Instead of buying gift cards from a chain store, buy gift cards from local merchants (I asked – almost all of them offer a gift certificate or gift card of some kind).
Instead of buying plastic ornaments or gifts at a big box store, select a unique ornament from Jackalope Trading Company’s curated collection, or a beautiful, quality gift handmade by one of the Jackalope’s artisans.
Select custom jewelry from Artisan Jewelers, Jackalope, Hunt’s Trading Post and others.
Instead of ordering a book from Amazon, take a look at what the San Juan Record Bookstore has to offer. The local interest section can’t be beat!
Buy holiday decorations at The San Juan Pharmacy, Main Street Drug, Redd’s Ace Hardware or the Merc. The Merc even has a special on LED lights for the month of November and trees for 50 percent off.
Find used toys, clothes, and decorations at the local thrift stores, Gone Thriftin’ and Mimi’s Emporium.
Gift a local experience. Take a tour from Gouldings or hire Roam Industry to take you cross country skiing, rock climbing or biking.
Bring home flowers from the Flower Shop or Unique Creations.
Price out the cars at Randy’s Auto.
There is so much we have here! While we’re not going to stop shopping at the big box stores, changing our shopping behavior ever so slightly will help our little economy a ton.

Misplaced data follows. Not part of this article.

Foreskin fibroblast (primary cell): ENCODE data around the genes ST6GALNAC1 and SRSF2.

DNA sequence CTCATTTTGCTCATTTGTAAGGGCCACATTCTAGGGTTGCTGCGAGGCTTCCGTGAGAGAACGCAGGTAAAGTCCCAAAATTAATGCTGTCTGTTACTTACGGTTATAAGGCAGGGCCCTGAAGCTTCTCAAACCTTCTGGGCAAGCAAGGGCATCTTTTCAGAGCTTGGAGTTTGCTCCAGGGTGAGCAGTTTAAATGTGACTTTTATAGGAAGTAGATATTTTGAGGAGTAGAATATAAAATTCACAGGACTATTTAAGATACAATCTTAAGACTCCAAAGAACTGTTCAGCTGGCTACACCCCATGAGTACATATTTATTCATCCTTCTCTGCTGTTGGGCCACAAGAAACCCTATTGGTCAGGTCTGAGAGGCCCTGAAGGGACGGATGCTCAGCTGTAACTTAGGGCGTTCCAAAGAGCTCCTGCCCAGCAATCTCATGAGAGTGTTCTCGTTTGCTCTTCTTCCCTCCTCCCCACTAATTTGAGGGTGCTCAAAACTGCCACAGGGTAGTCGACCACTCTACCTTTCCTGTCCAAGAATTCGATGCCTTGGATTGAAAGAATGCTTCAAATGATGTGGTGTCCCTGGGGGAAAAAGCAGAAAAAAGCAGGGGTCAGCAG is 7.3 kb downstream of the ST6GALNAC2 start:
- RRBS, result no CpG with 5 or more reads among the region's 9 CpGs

If there’s anything I’ve learned from living here, it’s that the community members will be here for one another.
If there’s anywhere a small business should thrive, it should be here, in San Juan County, where we know and love the people who bend over backwards to make their businesses work.
Bayley Hedglin says it best: “When we buy local, we are supporting a strong local economy along with supporting the social fabric and environmental wellness of the area.
“By choosing local, you are helping to keep our communities across San Juan County strong, vibrant, and a place where we all want to live, work, and play.”
So stick that “shop local” decal on your dirty bumper. It really is that important.